LOS ANGELES—Steven Hirsch, co-chairman of adult movie powerhouse Vivid Entertainment, today cautioned the GOP to lower the rhetoric against adult entertainment intended for adults. At the same time, he saluted Republicans for their stand against child pornography but suggests that they catch up to modern times when it comes to grown ups.
The Republican platform adopted in Tampa this week says, "the Internet must be made safe for children" and called on service providers to "ensure that the Internet cannot become a safe haven for predators while respecting First Amendment rights." The platform also said, "Current laws on all forms of pornography and obscenity need to be vigorously enforced."
"Everyone is against child pornography, so Republicans aren't saying anything new when they call for strict laws to ensure safety for children on the internet," Mr. Hirsch said. "As for the platform's other reference to pornography, responsible producers of adult entertainment created for and offered to adults already obey 'current laws on all forms of pornography and obscenity.'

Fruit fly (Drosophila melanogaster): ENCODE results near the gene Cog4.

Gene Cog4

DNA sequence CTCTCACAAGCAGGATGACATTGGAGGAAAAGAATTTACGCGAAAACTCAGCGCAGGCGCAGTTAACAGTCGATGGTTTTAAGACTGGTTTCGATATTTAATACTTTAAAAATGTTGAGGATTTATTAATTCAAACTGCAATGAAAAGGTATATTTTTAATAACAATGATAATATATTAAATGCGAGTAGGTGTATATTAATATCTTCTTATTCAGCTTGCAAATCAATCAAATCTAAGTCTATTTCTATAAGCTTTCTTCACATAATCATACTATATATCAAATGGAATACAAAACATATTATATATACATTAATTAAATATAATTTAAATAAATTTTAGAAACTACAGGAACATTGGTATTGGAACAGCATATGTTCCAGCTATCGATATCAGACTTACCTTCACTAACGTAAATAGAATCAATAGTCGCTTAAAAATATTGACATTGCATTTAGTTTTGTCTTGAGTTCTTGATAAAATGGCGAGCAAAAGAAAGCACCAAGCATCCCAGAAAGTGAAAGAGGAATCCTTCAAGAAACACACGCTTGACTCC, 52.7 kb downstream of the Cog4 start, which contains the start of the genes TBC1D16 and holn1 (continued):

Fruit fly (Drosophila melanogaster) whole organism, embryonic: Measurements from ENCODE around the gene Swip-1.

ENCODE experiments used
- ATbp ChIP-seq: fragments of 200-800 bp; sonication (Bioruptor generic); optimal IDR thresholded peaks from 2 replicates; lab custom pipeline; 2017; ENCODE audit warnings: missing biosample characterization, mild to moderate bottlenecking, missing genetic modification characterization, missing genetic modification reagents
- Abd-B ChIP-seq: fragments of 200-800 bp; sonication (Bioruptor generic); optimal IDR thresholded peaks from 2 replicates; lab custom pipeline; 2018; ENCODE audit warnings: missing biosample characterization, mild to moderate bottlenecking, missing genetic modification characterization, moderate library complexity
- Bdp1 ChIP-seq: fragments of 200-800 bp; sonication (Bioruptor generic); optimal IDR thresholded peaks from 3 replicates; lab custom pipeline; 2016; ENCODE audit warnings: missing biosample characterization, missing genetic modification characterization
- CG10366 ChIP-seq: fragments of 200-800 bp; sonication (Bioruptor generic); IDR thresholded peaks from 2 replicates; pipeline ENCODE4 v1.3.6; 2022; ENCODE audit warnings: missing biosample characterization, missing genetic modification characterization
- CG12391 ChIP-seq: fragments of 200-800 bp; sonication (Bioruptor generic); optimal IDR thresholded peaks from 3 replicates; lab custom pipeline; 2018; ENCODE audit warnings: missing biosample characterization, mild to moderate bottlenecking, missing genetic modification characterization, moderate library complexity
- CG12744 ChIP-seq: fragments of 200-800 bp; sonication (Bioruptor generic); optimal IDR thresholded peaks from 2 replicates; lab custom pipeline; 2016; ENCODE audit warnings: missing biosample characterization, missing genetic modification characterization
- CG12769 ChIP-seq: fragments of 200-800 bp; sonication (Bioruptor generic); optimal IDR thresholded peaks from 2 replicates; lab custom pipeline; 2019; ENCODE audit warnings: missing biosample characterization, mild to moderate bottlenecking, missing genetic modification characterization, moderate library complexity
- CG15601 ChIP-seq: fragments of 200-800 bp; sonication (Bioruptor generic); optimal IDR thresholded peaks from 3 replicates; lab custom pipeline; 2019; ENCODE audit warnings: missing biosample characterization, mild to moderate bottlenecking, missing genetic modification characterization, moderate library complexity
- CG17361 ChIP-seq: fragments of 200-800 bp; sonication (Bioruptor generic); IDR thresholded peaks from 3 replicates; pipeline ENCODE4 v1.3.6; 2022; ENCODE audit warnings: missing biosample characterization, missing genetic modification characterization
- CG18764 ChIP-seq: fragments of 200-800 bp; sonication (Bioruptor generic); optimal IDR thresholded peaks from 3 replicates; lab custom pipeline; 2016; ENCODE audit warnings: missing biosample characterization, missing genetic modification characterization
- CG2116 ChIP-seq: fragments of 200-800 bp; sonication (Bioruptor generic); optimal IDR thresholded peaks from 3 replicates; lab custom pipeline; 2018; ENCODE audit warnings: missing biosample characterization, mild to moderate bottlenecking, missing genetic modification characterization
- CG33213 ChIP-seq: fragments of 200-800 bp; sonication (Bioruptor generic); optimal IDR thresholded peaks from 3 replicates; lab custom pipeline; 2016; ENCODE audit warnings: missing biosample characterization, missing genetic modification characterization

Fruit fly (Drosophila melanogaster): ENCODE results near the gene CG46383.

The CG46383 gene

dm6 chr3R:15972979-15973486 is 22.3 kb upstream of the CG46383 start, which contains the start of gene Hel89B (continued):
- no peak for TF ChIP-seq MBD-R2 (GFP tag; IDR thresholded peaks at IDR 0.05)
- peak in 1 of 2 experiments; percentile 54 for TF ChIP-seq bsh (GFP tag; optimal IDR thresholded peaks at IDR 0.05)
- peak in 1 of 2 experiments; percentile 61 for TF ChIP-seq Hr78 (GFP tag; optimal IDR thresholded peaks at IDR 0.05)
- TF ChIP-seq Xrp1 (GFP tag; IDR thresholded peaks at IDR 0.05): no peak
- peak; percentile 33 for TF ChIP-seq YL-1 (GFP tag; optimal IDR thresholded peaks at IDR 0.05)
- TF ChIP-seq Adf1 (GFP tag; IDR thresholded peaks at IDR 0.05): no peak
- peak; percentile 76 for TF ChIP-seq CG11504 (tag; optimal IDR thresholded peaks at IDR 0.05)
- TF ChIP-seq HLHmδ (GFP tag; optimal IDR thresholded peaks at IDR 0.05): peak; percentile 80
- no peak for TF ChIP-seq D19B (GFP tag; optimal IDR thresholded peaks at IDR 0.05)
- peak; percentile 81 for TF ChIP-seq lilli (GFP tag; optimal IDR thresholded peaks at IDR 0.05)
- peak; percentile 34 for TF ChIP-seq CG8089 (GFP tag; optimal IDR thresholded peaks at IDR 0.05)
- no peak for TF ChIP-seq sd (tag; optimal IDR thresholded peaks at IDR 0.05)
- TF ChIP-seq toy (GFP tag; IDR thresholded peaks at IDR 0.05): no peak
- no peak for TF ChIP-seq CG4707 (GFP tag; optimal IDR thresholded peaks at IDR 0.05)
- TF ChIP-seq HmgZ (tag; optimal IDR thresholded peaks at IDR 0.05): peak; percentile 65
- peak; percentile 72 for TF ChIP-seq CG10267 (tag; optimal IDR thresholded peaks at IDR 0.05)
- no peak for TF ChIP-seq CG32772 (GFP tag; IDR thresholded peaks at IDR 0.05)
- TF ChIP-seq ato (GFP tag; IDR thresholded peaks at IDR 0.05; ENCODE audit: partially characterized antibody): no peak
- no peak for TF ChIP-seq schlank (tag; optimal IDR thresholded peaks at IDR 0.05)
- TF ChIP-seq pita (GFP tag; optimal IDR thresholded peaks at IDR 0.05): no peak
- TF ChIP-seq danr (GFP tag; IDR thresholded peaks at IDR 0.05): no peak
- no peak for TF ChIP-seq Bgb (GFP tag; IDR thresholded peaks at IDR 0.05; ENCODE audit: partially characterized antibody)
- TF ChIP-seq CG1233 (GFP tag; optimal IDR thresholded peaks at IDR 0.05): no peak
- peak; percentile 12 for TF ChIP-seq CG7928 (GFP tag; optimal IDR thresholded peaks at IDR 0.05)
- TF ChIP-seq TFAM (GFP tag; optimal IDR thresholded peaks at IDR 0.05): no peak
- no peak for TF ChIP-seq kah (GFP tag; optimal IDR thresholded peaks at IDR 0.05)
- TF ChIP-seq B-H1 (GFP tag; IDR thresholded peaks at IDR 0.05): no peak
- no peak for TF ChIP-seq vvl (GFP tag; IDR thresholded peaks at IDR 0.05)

"Republicans, however, need to catch up with what's happening in America and the world today. Books like Fifty Shades of Grey, dozens of popular cable TV shows and the web have made the public more comfortable with portrayals of sex than they ever have been before. Sex is everywhere in the adult world and this isn't going to change. If anything, it will become more pervasive.
"The Republicans' call for 'vigorous' enforcement of these laws is a hollow gesture and obvious pandering to ultra-right-wing conservatives. Republican officials shouldn't take this platform idea as a license to start some kind of witch-hunt that would waste taxpayer dollars and accomplish nothing."
Hirsch added, "According to Harvard researcher Ben Edelman, eight of the ten top porn consuming states voted Republican in the last presidential election, so conservatives should be careful who they target, since it's likely to be fellow conservatives."
Mr. Hirsch also notes that the advent of the internet has so pre-empted the so-called "community standards" framework governing "acceptable" adult entertainment that the standard is now dubious at best.
"In any event," he summarized, "we have so many more important issues in front of us today than worrying about whether someone is breaking laws that probably should never have been written in the first place."